I’ve been noticing what I thought was a shift in terminology from 2.5D to 3D with regard to interposers. I know terminology is important to Beyne, because one key activity he’s involved with as a member of the ITRS Roadmap committee is 3D nomenclature, so I asked him about it. He explained that both terms are alive and well, and explained the difference. 2.5D refers to lower cost packaging interposers that have low-density capability (via connections may require landing pads of 30 or 40µm) require a redistribution layer (RDL) and still need an intermediate interconnect. On the other hand, the technology used for 3D interposers is same that’s used for 3D ICs; the main difference is that the interposer is a passive device. “We use the same TSVs, the same BEOL layers, and the same pitches,” notes Beyne. “the interposer is kind of a chip as well, not just an interposer like a package interposer.” He added that while the interposer is generally a passive device, functionalities can be integrated to make it “lite active” such as with decoupling capacitance.
Silicon or Glass?
Also on the topic of interposers, I asked Beyne’ for his opinion on silicon vs. glass as a substrate material, because there’s been so much attention paid to glass lately. With the caveat that imec works strictly in silicon, he said that although glass is an interesting material, its low thermal conductivity isn’t particularly good for getting rid of heat. If you process (silicon) technology on top of it, the substrate will behave differently. Other downsides: thinning by grinding is more expensive than silicon; through glass vias (TGVs) are still very large and difficult to metallize; special equipment needs to be developed; and while it would be cost effective in large panel format, that would require high-volume production lines. Additionally, PCB manufactures are improving laminate technologies, so glass is facing competition on one side from silicon with micrometer dimensions, and on the other from laminates that already have an established infrastructure and manufacturing base. In Beyne’s opinion, you’re better off going with laminate as an interposer substrate material. “People shouldn’t use interposers just to be in fashion,” said Beyne. “They need a good reason to do so.”
imec’s Continuing Role
Since imec began its 3D program in 2004, it has evolved along with target applications and target technologies. Beyne says the scope of what the technology should look like was developed early on – especially for 3D via-middle. Back then via-last was a popular methodology, and interposers had not yet come into play. Additionally, they were unclear about temporary carriers and bonding. Over the years, via-mid emerged as the technology POR, and via-last has been abandoned for the driver applications (although it’s got a foothold in the CMOS image sensor TSVs). “In many cases, we are focusing on future technology nodes and the impact of TSV on various devices. We’re looking forward. How far can you push the limits?” He explained, citing, as examples, FinFET devices, 14nm devices and the impact of TSV on that, and packaging assembly at 20µm pitch, etc. Additionally, imec has expanded its program partnerships to include fabless companies, 2 OSATS, and EDA vendors; essentially assembling a full ecosystem to take a holistic approach to 3D R&D (Figure 3). For example, as they prepare for the transition to 450mm wafers, they are looking at what this means for 3D and WLP technologies at 450. Up until now, it seems the focus on 450mm tools has been in the front end, where processes are more standardized and repeatable than in WLP, and where the price of tools is several times that of those developed for OSATS. It was good to hear someone is finally paying attention to how this transition will impact the back-end.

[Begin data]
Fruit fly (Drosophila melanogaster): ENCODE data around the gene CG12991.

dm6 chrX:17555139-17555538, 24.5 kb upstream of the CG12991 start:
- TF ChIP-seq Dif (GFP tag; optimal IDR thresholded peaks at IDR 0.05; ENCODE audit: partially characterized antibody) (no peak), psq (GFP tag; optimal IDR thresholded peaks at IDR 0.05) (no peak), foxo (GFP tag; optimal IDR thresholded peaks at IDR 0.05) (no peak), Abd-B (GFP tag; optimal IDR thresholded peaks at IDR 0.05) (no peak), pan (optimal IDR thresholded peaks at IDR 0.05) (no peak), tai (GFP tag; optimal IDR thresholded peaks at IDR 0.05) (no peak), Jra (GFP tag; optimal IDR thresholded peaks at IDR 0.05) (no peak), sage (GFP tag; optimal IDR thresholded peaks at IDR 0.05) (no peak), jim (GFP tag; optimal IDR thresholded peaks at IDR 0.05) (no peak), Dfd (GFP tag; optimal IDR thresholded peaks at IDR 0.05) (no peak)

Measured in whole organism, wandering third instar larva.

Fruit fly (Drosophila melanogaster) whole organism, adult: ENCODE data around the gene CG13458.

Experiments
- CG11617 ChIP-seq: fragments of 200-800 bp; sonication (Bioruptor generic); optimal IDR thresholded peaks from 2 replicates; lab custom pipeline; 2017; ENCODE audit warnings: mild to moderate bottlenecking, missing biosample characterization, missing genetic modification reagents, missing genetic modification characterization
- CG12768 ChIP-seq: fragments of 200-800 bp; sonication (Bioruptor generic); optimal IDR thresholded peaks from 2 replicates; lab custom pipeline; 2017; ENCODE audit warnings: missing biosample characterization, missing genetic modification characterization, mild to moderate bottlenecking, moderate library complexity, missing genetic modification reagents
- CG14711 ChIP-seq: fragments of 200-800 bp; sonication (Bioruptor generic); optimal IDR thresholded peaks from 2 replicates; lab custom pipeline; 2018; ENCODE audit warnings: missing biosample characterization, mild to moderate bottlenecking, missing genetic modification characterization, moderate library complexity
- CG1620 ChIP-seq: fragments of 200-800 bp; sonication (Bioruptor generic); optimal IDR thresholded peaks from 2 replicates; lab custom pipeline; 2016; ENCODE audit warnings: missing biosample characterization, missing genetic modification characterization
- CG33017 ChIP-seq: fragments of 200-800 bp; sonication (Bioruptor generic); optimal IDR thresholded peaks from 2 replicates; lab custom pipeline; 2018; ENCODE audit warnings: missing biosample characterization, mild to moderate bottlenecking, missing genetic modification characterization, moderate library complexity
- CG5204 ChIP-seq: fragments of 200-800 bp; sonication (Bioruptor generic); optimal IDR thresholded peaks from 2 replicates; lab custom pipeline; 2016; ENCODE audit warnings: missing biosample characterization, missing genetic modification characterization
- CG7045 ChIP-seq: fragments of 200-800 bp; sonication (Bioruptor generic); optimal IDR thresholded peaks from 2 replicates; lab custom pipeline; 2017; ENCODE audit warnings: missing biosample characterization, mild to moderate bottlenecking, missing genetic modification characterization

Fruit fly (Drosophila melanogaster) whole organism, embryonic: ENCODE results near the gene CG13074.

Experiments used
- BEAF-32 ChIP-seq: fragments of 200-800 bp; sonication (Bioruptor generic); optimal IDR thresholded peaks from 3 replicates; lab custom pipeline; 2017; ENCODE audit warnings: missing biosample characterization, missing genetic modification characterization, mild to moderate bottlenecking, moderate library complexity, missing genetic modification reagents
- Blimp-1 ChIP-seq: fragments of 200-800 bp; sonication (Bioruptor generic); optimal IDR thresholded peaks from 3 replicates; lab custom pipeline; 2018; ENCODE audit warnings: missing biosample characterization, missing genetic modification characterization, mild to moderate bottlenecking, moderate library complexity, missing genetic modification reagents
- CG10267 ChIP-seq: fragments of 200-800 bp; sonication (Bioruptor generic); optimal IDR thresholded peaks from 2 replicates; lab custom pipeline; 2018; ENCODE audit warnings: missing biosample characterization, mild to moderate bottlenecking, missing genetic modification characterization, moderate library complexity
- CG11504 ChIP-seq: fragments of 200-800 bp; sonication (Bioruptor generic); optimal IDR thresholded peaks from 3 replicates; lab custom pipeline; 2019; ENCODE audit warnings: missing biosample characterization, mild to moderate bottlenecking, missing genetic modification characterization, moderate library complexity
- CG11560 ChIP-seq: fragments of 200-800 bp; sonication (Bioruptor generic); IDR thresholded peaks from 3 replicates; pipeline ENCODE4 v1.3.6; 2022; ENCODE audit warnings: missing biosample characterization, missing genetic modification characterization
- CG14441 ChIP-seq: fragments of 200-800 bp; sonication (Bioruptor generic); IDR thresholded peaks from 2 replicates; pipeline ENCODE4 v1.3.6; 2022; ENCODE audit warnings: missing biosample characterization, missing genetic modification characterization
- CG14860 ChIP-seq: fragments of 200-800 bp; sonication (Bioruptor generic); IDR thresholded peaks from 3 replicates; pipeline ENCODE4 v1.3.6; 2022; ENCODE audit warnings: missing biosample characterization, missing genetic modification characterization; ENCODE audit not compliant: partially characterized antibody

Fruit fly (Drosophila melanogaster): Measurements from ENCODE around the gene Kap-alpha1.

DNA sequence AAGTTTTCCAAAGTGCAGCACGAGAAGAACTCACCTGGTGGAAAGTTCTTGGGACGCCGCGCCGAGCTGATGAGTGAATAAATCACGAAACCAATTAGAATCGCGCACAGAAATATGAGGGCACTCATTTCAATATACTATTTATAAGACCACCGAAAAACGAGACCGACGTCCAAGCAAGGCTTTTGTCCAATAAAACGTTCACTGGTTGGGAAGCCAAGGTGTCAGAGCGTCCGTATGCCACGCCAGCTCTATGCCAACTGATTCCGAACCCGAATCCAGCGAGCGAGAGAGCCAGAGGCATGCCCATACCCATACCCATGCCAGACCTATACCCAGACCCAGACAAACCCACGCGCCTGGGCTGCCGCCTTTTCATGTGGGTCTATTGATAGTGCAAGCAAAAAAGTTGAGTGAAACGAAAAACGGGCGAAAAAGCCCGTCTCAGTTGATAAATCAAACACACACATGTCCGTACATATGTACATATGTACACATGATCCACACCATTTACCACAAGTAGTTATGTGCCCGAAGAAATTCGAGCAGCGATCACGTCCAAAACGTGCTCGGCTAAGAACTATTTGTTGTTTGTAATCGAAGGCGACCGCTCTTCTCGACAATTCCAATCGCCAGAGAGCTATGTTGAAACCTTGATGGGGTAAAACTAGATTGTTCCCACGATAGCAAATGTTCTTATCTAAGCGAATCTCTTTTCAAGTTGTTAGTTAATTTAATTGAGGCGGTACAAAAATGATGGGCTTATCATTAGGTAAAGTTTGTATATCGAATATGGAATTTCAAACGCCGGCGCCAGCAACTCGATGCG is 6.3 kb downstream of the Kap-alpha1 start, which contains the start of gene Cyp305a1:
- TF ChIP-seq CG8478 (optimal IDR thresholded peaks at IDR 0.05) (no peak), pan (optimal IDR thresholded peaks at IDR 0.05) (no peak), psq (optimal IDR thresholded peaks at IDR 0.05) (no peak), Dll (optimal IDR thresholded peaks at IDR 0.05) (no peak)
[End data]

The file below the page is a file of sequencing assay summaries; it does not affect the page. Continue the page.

Figure 4: The goal of the program is to concurrently explore and resolve the TECHNOLOGY and DESIGN issues associated with 3D APPLICATIONS DOMAINS. (Courtesy of imec)
The Spirit of Collaboration
In a rare collective appearance, the 3D TSV directors of the three major European research centers —Eric Beyne (imec), Nicolas Sillon (Leti) and Juergen Wolf (Fraunhofer-IZM) — will be presenting at the European 3D TSV Summit, which takes place January 22 and 23, 2013. This first-ever event was organized to demonstrate to the worldwide semiconductor community, the 3D IC capabilities of the European semiconductor industry. Between now and then, I look forward to catching up with Sillon and Wolf, to bring 3D InCites’ readers their perspective on 3D technology readiness. ~ F.v.T.